Lampang Province

Lampang (Thai: ลำปาง, pronounced [lām.pāːŋ]; Northern Thai: Lanna-Lampang.png) is one of Thailand's seventy-six provinces (changwat), lies in upper northern Thailand. The old name of Lampang was Khelang Nakhon.

Lampang

ลำปาง
Wat Phra That Lampang Luang
Wat Phra That Lampang Luang
Flag of Lampang
Flag
Official seal of Lampang
Seal
Nickname(s): 
Khelang Nakhon
Kukuta Nakhon
(white rooster city)
Mueang Rot Ma
(horse carriage city)
Map of Thailand highlighting Lampang Province
Map of Thailand highlighting Lampang Province
CountryThailand
CapitalNakhon Lampang
Government
 • GovernorNarongkhak Osotthanakorn
(since October 2019)[1]
Area
 • Total12,534 km2 (4,839 sq mi)
Area rankRanked 10th
Population
 (2018)[3]
 • Total742,883
 • RankRanked 33rd
 • Density59/km2 (150/sq mi)
 • Density rankRanked 69th
Human Achievement Index
 • HAI (2017)0.6450 "high"
Ranked 9th
Time zoneUTC+7 (ICT)
Postal code
52xxx
Calling code054
ISO 3166 codeTH-52
Vehicle registrationลำปาง
Websitewww.lampang.go.th

GeographyEdit

Lampang is in the broad river valley of the Wang River, surrounded by mountains. In Mae Mo District lignite is found and mined in open pits. To the north of the province is the 1,697-metre (5,568 ft) high Doi Luang.

Within the province are Chae Son and Doi Khun Tan National Parks in the Khun Tan Range, as well as Tham Pha Thai, Doi Luang National Park, and the Huai Tak Teak Biosphere Reserve in the Phi Pan Nam Range.[5]

HistoryEdit

Starting in the 7th century Lampang was part of the Dvaravati period Hariphunchai Kingdom of the Mon. In the 11th century the Khmer Empire occupied the Lampang area, but it was King Mengrai of Lanna who incorporated the complete Haripunchai Kingdom into his kingdom in 1292. Lampang or Nakhon Lampang or Lakhon, was under Burmese rule after the fall of Lanna Kingdom from the 16th century to 18th century. During the uprising against Burmese rule by Siam's new kings in the late-18th century, a local Lampang leader became Siam's ally. After the victory, the leader, Kawila, was named the ruler of Chiang Mai, the former center of Lanna, while his relative ruled Lampang. The city continues to be one of the important economic and political centers in the north. Lampang became a province of Thailand in 1892.[6]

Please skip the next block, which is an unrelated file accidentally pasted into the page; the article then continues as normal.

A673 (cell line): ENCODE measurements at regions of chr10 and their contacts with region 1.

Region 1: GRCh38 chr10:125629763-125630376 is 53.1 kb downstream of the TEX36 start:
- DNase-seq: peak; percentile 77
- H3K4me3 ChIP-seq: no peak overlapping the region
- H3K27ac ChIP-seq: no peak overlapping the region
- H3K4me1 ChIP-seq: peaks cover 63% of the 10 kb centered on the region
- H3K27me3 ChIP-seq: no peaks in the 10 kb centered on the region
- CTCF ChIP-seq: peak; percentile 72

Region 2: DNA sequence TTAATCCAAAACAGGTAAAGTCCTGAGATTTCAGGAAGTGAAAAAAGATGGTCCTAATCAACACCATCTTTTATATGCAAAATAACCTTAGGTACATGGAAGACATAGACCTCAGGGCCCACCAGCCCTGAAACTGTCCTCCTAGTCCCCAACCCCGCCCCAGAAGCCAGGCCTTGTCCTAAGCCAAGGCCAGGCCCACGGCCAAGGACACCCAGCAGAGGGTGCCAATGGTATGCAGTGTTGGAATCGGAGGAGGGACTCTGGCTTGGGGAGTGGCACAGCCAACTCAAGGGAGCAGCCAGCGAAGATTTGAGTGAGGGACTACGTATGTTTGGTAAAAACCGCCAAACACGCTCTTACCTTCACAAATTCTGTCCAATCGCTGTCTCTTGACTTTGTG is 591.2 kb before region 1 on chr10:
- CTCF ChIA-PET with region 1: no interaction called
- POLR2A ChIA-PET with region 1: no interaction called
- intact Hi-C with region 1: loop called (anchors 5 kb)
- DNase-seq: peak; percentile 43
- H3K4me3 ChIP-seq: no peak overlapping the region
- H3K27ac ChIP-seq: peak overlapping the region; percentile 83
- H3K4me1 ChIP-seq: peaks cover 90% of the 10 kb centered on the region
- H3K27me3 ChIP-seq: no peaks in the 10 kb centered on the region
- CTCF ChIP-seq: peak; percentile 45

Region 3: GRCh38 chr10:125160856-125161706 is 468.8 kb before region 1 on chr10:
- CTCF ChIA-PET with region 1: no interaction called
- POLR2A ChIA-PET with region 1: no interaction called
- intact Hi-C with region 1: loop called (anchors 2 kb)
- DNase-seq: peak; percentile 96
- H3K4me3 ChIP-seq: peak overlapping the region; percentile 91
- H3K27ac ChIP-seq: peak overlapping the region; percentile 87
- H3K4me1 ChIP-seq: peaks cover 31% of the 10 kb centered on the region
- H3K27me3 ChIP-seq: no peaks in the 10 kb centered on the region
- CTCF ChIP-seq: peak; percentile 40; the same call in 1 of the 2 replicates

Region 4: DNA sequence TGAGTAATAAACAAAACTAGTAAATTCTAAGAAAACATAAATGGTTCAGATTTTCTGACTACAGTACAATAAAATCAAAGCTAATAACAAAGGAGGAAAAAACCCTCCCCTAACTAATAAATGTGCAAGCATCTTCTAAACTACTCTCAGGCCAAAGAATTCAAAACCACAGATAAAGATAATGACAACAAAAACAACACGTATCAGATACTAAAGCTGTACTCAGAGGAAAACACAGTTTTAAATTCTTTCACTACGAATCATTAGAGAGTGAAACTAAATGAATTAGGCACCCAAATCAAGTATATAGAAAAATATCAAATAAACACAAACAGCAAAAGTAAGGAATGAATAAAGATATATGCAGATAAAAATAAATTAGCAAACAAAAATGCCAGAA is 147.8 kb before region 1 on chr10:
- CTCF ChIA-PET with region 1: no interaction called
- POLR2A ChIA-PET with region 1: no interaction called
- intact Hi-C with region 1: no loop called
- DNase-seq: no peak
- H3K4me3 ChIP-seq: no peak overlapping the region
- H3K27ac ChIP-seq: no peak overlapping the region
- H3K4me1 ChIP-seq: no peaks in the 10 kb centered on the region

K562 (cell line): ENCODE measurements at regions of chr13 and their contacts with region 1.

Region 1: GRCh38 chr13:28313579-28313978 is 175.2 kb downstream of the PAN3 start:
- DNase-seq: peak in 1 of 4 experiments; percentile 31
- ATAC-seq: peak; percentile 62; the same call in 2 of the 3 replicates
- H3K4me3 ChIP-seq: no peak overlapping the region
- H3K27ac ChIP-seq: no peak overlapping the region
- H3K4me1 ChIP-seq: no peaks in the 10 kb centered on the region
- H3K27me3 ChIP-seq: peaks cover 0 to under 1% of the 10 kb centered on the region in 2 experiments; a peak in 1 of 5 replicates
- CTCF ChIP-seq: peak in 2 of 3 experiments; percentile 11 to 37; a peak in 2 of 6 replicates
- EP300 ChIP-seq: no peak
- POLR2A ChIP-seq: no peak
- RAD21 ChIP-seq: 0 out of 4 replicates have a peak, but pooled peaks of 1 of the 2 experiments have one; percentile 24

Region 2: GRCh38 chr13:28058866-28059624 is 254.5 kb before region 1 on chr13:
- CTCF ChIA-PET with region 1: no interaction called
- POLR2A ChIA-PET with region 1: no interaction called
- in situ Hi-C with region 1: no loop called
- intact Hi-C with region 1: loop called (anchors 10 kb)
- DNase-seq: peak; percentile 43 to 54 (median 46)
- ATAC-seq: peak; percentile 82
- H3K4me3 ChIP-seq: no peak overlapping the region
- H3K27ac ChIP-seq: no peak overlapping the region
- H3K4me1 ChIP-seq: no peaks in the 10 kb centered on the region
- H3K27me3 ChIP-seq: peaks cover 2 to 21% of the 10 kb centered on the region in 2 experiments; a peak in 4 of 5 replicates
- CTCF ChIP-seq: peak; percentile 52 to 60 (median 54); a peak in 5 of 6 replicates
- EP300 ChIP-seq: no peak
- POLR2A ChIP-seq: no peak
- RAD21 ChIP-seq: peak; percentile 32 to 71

TransportEdit

The city is an important highway hub, with a four lane highway link to Chiang Mai and Chiang Rai, as well as a major highway to Phrae and the eastern Lanna provinces. Lampang is roughly a 1.5 hour bus ride to Chiang Mai. Lampang is a stop for the Chiang Mai-bound train, approximately 10 hours from Bangkok.

Lampang Airport is served by Bangkok Airways (three flights daily to Suvarnabhumi Airport) and Nok air (four flights daily to Don Mueang) (Oct 2015).

HealthEdit

The main hospital of Lampang is Lampang Hospital, operated by the Ministry of Public Health.

TourismEdit

Lampang Province is not visited by many tourists, only about 900,000 per year, most of them passing through. In early-2019, the provincial governor rolled out a program called "Lampang: Dream Destination" to raise the number of visitors to two million within two years.[7]

EconomyEdit

 
Rice harvest in Wang Nuea District with the mountains of the Phi Pan Nam Range in the distance

Lampang is known for the production of ceramic goods and its mining operations. A great deal of ball clay, china stone, and lignite are extracted from the surrounding mountains. There are more than 200 ceramic factories in and around Mueang Lampang District. Most are small- to medium-sized operations producing novelties (plant pots, dolls), tableware, and building materials (tiles, railings). The largest coal fired power plant in Southeast Asia[8] is in Mae Mo District near the lignite mining area. The plant uses lignite as fuel. The largest concrete plant is also north of Mueang Lampang. This is also powered by lignite. Limestone is another abundant rock mined in Lampang. Agriculturally, the province produces rice and pineapples.

SymbolsEdit